There is much that we can learn from those who shaped the landscape and culture of the Middle East to make it what it is today. Hi Weekly’s Heroes of Arabia series provides an insight into some of the legendary men (and women) who continue to act as inspiration for all of us to become better than we are, and still motivate us to do our best in the face of challenges and hardships. This issue, we take a look at Zenobia, the famed Empress of Palmyra who spearheaded a cultural and intellectual revolution across her kingdom.
According to most historians, Zenobia was born around 240-241 AD, to Julius Septimus Zenobius, a military strategist in the army of Palmyra (modern day Syria). While her native Palmyrene name was Bat-Zabbai Septimia, hers was a name that when spelled out in Greek, the diplomatic language of Palmyra, became the more famed moniker we know today.
Not being of common stock and low birth, Zenobia enjoyed an upbringing which was similar to that of a noblewoman. Ancient texts claim she enjoyed hunting for sport, and in addition to her native Palmyrene mother tongue, she was also instructed in Egyptian and Greek, and later learned to speak Latin.
At the age of 14, she became the second wife of King Odaeanathus, Lord of Palmyra, which at that time, was subservient to the Roman Empire, and part of the Roman province of Phoenice.
As Odaeanathus aided Rome throughout the Empire’s many wars on her Persian rivals, he grew in power and stature, being declared King of Kings and ruling all of Rome’s territories from the Black Sea to Palestine.
However, as Odaeanathus and his eldest son from his first wife, who’d been named his co-ruler and heir – were returning from a military campaign, they were both killed by assassins around 267 AD.
Conflicting accounts point to Zenobia’s hand in this plot, while others absolve her of any wrongdoing. Nevertheless, in the absence of an heir, Zenobia’s 10-year-old son, Vaballathus, was crowned emperor, with his mother acting as regent in his name.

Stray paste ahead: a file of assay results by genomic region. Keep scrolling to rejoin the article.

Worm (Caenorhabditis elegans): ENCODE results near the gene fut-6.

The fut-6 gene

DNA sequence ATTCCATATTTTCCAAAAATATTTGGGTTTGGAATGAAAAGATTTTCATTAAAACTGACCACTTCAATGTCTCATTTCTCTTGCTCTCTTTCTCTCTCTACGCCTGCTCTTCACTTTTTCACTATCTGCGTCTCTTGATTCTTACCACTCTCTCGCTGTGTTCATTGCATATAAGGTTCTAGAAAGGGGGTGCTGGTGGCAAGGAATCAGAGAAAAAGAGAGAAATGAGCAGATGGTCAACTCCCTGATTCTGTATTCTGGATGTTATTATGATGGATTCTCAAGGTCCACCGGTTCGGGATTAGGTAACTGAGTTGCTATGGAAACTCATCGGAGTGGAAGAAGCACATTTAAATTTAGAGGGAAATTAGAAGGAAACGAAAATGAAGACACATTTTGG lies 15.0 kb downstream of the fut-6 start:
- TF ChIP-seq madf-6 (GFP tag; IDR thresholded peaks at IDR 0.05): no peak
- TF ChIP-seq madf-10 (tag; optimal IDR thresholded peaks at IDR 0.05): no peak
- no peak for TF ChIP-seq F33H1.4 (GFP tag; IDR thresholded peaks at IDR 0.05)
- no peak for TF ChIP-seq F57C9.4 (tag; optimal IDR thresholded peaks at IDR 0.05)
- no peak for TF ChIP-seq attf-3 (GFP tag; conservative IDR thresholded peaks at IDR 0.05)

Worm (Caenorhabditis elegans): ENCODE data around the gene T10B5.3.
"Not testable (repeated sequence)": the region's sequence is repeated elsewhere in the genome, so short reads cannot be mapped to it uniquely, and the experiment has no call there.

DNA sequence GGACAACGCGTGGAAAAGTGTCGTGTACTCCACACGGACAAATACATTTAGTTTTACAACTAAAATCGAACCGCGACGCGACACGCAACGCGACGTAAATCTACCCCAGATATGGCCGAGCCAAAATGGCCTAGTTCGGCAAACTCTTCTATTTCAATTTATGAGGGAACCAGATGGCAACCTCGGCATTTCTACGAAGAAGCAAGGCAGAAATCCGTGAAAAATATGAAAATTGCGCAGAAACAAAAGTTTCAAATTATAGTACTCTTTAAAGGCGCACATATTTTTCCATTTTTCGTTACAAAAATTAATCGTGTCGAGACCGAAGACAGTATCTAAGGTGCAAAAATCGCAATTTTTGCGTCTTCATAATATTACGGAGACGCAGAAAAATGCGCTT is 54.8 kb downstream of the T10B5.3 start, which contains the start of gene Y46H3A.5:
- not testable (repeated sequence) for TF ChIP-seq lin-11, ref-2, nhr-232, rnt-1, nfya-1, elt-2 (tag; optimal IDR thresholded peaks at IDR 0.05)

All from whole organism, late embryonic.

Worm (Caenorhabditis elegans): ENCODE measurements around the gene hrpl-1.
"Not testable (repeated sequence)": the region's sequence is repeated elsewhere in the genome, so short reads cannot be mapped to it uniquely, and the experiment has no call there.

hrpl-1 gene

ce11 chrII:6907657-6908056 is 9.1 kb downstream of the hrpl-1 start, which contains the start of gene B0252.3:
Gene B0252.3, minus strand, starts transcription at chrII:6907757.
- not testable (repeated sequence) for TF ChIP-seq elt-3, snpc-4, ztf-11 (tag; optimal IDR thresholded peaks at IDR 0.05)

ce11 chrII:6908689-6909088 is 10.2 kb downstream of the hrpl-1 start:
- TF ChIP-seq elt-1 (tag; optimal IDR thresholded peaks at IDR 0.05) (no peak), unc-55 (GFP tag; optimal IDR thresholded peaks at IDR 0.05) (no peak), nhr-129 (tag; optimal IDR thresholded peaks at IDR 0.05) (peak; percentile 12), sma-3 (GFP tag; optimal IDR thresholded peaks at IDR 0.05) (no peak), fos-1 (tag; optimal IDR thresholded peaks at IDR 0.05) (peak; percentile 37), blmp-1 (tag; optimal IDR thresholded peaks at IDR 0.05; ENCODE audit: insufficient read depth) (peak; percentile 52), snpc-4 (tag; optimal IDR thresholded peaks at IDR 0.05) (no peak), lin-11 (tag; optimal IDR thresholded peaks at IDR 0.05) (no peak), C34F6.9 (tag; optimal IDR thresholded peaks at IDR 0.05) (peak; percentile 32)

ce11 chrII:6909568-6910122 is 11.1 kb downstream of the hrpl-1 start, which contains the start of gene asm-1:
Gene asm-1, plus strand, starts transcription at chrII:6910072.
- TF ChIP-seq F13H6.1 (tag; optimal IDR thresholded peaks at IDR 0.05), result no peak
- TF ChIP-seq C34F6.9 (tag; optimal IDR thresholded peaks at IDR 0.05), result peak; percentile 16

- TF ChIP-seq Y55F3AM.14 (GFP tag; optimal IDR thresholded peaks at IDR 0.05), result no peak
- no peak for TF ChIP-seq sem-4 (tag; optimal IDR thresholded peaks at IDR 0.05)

Claim to Fame
Zenobia’s major achievement was wresting control of Palmyra back from the Roman Empire. As the Romans were battling the Goths and other Germanic tribes that inched ever closer to Rome, she fortified Palmyra’s eastern borders to ward off future Persian incursions, allowing her to dedicate all her resources to take on Rome’s famed iron-shod legions.
She always seemed to be one step ahead of one of the greatest empires in the world. In AD 270, while Roman Emperor Claudius had mounted a military expedition in Greece, requiring to muster garrisons from across Palmyra, Zenobia decided to strike while the iron was hot. She liberated the province of Arabia Petraea, before removing the regions of Judaea and Arabia from Roman rule.
By 270 AD, coins minted in Arabia stopped featuring the seals of Roman Emperors, and instead began issuing them in Vaballathus’ name.
Closer to home, Zenobia’s upbringing in a multi-ethnic and multi-religious culture saw Palmyra become a region of tolerance, where multiple religions could co-exist and thrive side by side.
She also turned her palace into a centre of education and learning: Many intellectuals, writers and scholars sought residence in Palmyra during her reign. Soon, it was her kingdom, and not Rome, Athens or Delphi, located in Greece, that those thirsty for knowledge flocked to.
One of the most famous scholars of her entourage was Longinus, a Greek philosopher and literary critic, who’d taught in Athens for 30 years, but eventually served Zenobia, first as a teacher and later as her chief advisor.
Zenobia maintained an administration that was tolerant towards all faiths and beliefs, and successfully governed a multicultural, multiethnic empire.
Unfortunately, her declaration of independence and secession from Rome brought the ire of the empire’s elite legions. Aware of the threat they carried, Zenobia galloped to the Persians on the fastest camel in Syria, on a quest for aid.
En route, though, she was captured by troops loyal to Roman Emperor Aurelian. She died soon afterwards, either on the way to Rome, or once she arrived in the Eternal City, with her death much publicised as a symbol of what Rome could do to those who rose up in revolt.
Zenobia may have died under questionable circumstances, but her achievements leave little room for debate: At a time when male monarchs were the norm, she was a woman who not only successfully governed a vast swathe of land by example, but also oversaw a multicultural, secular nation where everyone’s beliefs were tolerated and upheld.
She was also a woman who displayed immense mental strength and presence of mind. She knew when to play the role of courteous diplomat and when to respond with a show of force, and was able to effortlessly switch between the two.
Today, she is revered as a national hero in Syria, and is rightly called The Queen of the Desert. — [email protected]